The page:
The Centers for Disease Control and Prevention announced last week that seven states, including Colorado, will receive a total of $1.4 million to strengthen their oral health programs and reduce inequalities in the oral health of their residents.
Along with Colorado, included states are Alaska, North Dakota, Oregon, Rhode Island, South Carolina and Texas.
"These awards will help these states to develop and implement proven preventive measures to improve the oral health of their residents," said Health and Human Services Secretary Tommy Thompson. "Achieving good oral health is more than just having strong teeth, it’s a vital link to our overall good health."
States will receive between $118,557 to $351,758 this year, with the awards renewable for up to five years. For all states, the funding is designed to improve basic state oral health services, including support for program leadership and adding additional staff, monitoring oral health risk factors, and developing and evaluating prevention programs.
Oregon and South Carolina qualified for additional funds this year to develop and coordinate school-based dental sealant and community water fluoridation programs, respectively.
"The states receiving these awards will be able to address significant problems in the oral health of their citizens," said Dr. William R. Maas, director of CDC’s Oral Health program. "For instance, Alaska will be able to reduce the high rate of early childhood tooth decay in children of Alaska Natives. Colorado can develop a program to reduce the high rate of spit tobacco use among adolescents in their state, and more Oregonians will gain access to fluoridated water, a proven preventative for tooth decay.
"The support CDC is providing to these states will allow them to educate their residents on the importance of oral health, establish oral health coalitions and other partnerships, develop state oral health plans and monitor whether their states’ oral health objectives are being met. As a result, these states will be able to better target new activities aimed at preventing oral disease in children and adults," Maas said.
The CDC Oral Health program seeks to improve the oral health of communities by extending the use of proven strategies to prevent oral diseases, enhancing monitoring of oral diseases, strengthening the nation’s oral health capacity, and guiding infection control in dentistry.
Dr. Diane Brunson, director of the Oral Health Program with the Colorado Department of Public Health & Environment, was thrilled to receive the grant, which she said will help provide better oral health for the state.
"We can’t do it alone because so many programs are like one-day sessions or one-person operations," Brunson said. "This is going to allow us to do some things we haven’t been able to do."
Colorado will develop a statewide oral health surveillance system to collect and monitor data about each of the Healthy People 2010 oral health objectives for the nation, as well as required information related to maternal and child health, and also will implement a preventive oral health program targeting high-risk children and adults. Three staff members, including an epidemiologist and dental hygienist will be hired.
"We want to communicate to the public that oral health is general health," Brunson said.
The director said the money will be used to help monitor what oral health diseases are prevalent in Colorado and if any progress is being made to combat the disease.
According to a CDC study, "Oral Health Report 2000," the nation’s oral health is the best it has ever been, yet oral diseases remain common in the United States, the study’s authors concluded.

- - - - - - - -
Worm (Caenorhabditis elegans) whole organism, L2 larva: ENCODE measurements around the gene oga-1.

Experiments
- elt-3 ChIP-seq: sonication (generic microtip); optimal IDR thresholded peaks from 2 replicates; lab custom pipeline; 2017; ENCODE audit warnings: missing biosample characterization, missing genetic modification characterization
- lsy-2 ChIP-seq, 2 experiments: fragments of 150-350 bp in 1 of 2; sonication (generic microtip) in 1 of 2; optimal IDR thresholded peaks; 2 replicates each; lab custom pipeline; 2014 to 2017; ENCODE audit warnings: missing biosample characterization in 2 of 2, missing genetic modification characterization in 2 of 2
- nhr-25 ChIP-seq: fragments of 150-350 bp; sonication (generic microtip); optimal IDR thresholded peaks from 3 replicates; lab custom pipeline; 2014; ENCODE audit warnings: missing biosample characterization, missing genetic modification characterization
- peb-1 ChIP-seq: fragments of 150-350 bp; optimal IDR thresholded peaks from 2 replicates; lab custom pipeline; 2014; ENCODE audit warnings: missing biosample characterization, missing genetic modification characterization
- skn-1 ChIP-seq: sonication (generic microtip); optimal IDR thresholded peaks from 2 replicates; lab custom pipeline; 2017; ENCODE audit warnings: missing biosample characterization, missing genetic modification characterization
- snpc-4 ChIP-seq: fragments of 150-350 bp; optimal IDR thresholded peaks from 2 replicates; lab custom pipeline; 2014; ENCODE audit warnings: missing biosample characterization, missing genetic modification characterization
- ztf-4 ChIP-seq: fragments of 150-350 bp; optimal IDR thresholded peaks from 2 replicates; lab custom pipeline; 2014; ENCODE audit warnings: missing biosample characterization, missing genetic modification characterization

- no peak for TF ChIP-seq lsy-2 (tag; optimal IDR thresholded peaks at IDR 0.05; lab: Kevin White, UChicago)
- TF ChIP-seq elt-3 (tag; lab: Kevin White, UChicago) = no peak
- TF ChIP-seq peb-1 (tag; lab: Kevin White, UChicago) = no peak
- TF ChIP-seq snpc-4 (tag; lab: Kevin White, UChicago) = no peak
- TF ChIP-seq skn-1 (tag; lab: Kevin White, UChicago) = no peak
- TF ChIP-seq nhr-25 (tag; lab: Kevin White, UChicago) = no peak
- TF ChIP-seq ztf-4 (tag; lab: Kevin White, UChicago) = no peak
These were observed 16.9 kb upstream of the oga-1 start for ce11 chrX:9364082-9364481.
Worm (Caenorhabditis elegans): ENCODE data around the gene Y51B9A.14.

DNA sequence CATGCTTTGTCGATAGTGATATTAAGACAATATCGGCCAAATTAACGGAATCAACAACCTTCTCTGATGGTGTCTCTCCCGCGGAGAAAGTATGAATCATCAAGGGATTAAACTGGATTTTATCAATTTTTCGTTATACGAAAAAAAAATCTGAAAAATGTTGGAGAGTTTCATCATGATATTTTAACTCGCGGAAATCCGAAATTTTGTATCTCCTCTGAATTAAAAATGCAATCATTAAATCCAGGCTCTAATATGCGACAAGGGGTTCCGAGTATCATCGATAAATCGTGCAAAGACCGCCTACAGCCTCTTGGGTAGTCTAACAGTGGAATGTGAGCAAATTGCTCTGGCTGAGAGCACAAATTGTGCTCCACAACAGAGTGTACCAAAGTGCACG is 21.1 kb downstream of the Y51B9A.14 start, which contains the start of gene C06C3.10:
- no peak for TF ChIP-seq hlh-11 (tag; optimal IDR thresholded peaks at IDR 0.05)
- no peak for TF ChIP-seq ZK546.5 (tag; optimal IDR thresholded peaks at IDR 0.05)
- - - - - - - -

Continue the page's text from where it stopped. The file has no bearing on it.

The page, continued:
Among the findings:
- Tooth decay is one of the most common childhood diseases – 5 times as common as asthma and 7 times as common as hay fever in 5-to-17-year-olds.
- 18 percent of 2-to-4-year-old children have experienced tooth decay, and 16 percent have untreated decay.
- Only 23 percent of 8-year-old children have at least one dental sealant on their molar teeth.
- By age 17, 78 percent of young people have had a cavity, and 7 percent have lost at least one permanent tooth.
- Among adults aged 35 to 44, 69 percent have lost at least one permanent tooth.
- Among adults aged 65 to 74, 26 percent have lost all their natural teeth.
- Among adults aged 35 to 44, 48 percent have gingivitis, and 22 percent have destructive gum disease.
- In the U.S., 30,000 people are diagnosed with mouth and throat cancer each year, and 8,000 die of these cancers.
- In 1998, a total of $53.8 billion was spent on dental care – 48 percent was paid by dental insurance, 4 percent by government programs and 48 percent was paid out-of-pocket.
- More than 108 million Americans do not have dental insurance. For every child without medical insurance, there are 2.6 without dental insurance; for every adult without medical insurance, three are without dental insurance.
Last year, the Colorado Commission on Children’s Dental Health report its findings following an eight-month study of concerns about the lack of dental care for some Colorado children. The report concluded that:
- Colorado low-income and at-risk children have severe and urgent oral health care needs that are not being met.
- Many of these children lack access to oral health care services.
- There are important differences between pediatric and adult dental services that need to be addressed.
- There is a dental workforce shortage in Colorado.
- Parents, guardians and other adults play a critical role in the oral health of children.
Brunson said the total request to the CDC was for $841,000 over five years. The current award provides funding for just the first year. After which the department will have to reapply for funding for additional years.
Brunson said there should be no problems as long as the project is well maintained and its objectives are reexamined each year.
"Unless everything falls apart, the funding should be there," he said.